Twitter's working on an edit button, but it won't be what you think

It's a decade in the making... and still counting.

Ian Sherr Former Editor at Large / News
Ian Sherr (he/him/his) grew up in the San Francisco Bay Area, so he's always had a connection to the tech world. At CNET, he wrote about Apple, Microsoft, VR, video games and internet troubles. Aside from writing, he tinkers with tech at home, is a longtime fencer -- the kind with swords -- and began woodworking during the pandemic.
Ian Sherr
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Twitter is a confounding place for many reasons, but perhaps its oddest quirk is that since its founding in 2006, it hasn't had an edit button.

That may change, and soon. CEO Jack Dorsey  reportedly told an audience in India that the company is considering adding the edit functionality to tweets, primarily to fix typos.

"We have been considering this for a while and we have to do [it] in the right way. We can't just rush it out. We can't make something which is distracting or takes anything away from the public record," he said, according to a report in The Next Web on Monday. He added that Twitter will not let people edit willy nilly, for fear that people might abuse the feature to alter controversial or damning statements after the fact.

Twitter declined to comment beyond an October tweet in which the company said it's hard at work trying to incentivize "healthy conversation."

Twitter's omission of an edit button has always been an odd choice, considering its central place in much of internet culture.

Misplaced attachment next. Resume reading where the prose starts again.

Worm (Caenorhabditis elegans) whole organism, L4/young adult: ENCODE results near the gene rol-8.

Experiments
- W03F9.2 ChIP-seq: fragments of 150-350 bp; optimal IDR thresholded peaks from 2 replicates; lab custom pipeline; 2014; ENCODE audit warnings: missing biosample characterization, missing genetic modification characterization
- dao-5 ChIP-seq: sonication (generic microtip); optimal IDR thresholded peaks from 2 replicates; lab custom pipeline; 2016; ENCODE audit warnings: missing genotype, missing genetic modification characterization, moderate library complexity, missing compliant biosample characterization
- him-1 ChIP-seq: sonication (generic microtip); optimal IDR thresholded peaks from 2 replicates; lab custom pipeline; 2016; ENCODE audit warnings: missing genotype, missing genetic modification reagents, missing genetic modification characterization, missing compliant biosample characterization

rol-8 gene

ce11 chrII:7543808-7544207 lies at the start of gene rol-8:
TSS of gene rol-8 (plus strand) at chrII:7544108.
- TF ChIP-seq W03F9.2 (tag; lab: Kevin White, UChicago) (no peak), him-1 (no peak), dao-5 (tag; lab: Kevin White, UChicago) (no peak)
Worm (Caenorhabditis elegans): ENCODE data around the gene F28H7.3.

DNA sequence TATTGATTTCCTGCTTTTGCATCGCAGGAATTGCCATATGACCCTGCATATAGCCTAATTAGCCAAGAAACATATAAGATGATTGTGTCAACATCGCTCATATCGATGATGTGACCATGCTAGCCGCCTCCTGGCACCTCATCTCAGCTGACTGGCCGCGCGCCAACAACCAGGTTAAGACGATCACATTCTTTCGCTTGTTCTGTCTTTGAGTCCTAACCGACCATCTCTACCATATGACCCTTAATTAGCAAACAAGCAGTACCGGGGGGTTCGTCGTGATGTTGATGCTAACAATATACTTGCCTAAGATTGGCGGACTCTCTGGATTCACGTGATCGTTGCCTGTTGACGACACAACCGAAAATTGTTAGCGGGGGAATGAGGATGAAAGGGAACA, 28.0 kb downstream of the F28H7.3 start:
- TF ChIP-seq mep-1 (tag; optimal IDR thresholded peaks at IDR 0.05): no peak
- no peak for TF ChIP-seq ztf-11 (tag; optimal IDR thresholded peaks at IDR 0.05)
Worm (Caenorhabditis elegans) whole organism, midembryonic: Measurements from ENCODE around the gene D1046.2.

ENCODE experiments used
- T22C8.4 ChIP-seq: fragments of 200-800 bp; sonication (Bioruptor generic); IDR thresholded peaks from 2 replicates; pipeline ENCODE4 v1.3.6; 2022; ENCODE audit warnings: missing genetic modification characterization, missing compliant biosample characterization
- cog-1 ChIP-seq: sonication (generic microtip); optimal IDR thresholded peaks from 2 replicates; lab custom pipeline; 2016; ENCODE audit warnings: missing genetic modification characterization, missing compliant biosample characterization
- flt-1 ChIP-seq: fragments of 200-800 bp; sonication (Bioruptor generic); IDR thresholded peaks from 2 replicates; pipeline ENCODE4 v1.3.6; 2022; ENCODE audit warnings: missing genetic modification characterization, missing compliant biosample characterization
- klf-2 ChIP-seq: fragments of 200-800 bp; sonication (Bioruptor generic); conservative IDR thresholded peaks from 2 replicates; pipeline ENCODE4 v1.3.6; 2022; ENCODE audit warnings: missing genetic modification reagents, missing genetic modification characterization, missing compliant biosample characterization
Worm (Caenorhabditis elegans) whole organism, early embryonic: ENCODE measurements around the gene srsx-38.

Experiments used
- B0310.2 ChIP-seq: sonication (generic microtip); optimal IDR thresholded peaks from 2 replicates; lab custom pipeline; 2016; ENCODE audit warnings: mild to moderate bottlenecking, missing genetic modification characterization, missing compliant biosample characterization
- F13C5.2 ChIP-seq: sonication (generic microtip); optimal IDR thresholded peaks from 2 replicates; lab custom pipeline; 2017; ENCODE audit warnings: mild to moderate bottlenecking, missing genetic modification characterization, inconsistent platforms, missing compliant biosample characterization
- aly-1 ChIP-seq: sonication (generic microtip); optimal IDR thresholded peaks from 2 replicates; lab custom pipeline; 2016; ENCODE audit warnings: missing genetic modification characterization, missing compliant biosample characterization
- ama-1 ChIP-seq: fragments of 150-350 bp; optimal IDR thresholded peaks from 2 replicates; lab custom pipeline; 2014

Many of its 326 million users have approached the problem with an awkward solution: Delete a tweet they'd want to edit and send a new one. Though that process works, it removes all responses to the original tweet. And in the case of public figures, like President Donald Trump, deleting an even errant tweet might violate the records-keeping rules.

Twitter's not the only company that's struggled to bring a seemingly basic function to its users. Facebook waited for more than a decade to add a dislike button to its social network, which counts nearly 2.3 billion people using it each month. In Facebook's case, CEO Mark Zuckerberg said he didn't want to encourage negative activity. Ultimately, Facebook offered a series of emoji to help convey emotions ranging from happy, sad, surprised and angry.

For its part, Twitter's been "thinking" about editing for a long time. In 2016, Dorsey tweeted a response saying the company's been considering it, possibly with a 5 minute window to correct mistakes. 

He now says he's also reconsidering how prominently follower counts are featured on the site for each user.

"It is actually incentivizing you to increase that number. That may have been right 12 years ago, but I don't think it is right today," he said. "I think what is more important is the number of meaningful conversations you're having on the platform. How many times do you receive a reply?"

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